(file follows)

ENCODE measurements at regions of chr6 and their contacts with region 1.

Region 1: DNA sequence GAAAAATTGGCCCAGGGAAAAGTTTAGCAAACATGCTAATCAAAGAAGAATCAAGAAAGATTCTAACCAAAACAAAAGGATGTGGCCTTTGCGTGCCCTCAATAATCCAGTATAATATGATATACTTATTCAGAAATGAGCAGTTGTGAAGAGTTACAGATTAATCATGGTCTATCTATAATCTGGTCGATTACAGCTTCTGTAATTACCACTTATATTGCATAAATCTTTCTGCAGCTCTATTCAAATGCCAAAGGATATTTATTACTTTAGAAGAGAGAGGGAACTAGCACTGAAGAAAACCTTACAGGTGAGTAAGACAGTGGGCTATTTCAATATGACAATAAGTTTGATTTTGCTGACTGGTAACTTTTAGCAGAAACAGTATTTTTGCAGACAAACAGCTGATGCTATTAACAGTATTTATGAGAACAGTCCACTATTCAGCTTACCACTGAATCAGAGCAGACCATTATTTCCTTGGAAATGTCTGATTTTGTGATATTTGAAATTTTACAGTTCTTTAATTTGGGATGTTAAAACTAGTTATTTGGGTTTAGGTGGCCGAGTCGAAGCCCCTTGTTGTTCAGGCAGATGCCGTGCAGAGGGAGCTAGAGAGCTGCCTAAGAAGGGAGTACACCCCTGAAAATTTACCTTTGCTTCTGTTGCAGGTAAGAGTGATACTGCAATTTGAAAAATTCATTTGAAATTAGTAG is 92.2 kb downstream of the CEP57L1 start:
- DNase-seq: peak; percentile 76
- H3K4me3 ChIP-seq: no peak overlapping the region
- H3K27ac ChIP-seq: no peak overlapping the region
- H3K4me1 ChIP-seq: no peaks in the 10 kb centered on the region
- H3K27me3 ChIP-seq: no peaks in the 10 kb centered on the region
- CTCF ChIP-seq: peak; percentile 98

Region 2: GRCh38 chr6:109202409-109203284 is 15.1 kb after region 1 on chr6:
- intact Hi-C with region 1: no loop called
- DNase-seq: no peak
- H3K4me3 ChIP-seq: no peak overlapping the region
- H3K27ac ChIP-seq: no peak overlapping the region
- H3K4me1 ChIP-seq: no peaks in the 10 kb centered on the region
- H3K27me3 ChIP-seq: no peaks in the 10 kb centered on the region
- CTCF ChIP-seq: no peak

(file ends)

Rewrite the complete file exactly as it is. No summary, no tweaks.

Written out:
ENCODE measurements at regions of chr6 and their contacts with region 1.

Region 1: DNA sequence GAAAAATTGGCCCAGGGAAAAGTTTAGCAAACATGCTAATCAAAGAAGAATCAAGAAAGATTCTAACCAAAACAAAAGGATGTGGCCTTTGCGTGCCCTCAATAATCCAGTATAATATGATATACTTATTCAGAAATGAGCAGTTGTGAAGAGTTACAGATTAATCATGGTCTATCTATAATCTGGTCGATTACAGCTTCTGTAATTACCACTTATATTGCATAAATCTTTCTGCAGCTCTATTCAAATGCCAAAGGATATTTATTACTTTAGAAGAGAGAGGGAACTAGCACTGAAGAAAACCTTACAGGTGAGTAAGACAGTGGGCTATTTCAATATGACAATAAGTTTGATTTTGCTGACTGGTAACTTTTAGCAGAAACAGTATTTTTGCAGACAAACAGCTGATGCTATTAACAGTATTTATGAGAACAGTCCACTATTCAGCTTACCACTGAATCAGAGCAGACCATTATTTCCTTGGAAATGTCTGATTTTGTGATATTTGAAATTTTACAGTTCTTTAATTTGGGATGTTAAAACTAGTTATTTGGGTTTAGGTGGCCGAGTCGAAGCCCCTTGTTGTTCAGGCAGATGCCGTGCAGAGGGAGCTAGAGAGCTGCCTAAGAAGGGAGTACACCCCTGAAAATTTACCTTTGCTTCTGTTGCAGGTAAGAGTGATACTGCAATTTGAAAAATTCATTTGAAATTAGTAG is 92.2 kb downstream of the CEP57L1 start:
- DNase-seq: peak; percentile 76
- H3K4me3 ChIP-seq: no peak overlapping the region
- H3K27ac ChIP-seq: no peak overlapping the region
- H3K4me1 ChIP-seq: no peaks in the 10 kb centered on the region
- H3K27me3 ChIP-seq: no peaks in the 10 kb centered on the region
- CTCF ChIP-seq: peak; percentile 98

Region 2: GRCh38 chr6:109202409-109203284 is 15.1 kb after region 1 on chr6:
- intact Hi-C with region 1: no loop called
- DNase-seq: no peak
- H3K4me3 ChIP-seq: no peak overlapping the region
- H3K27ac ChIP-seq: no peak overlapping the region
- H3K4me1 ChIP-seq: no peaks in the 10 kb centered on the region
- H3K27me3 ChIP-seq: no peaks in the 10 kb centered on the region
- CTCF ChIP-seq: no peak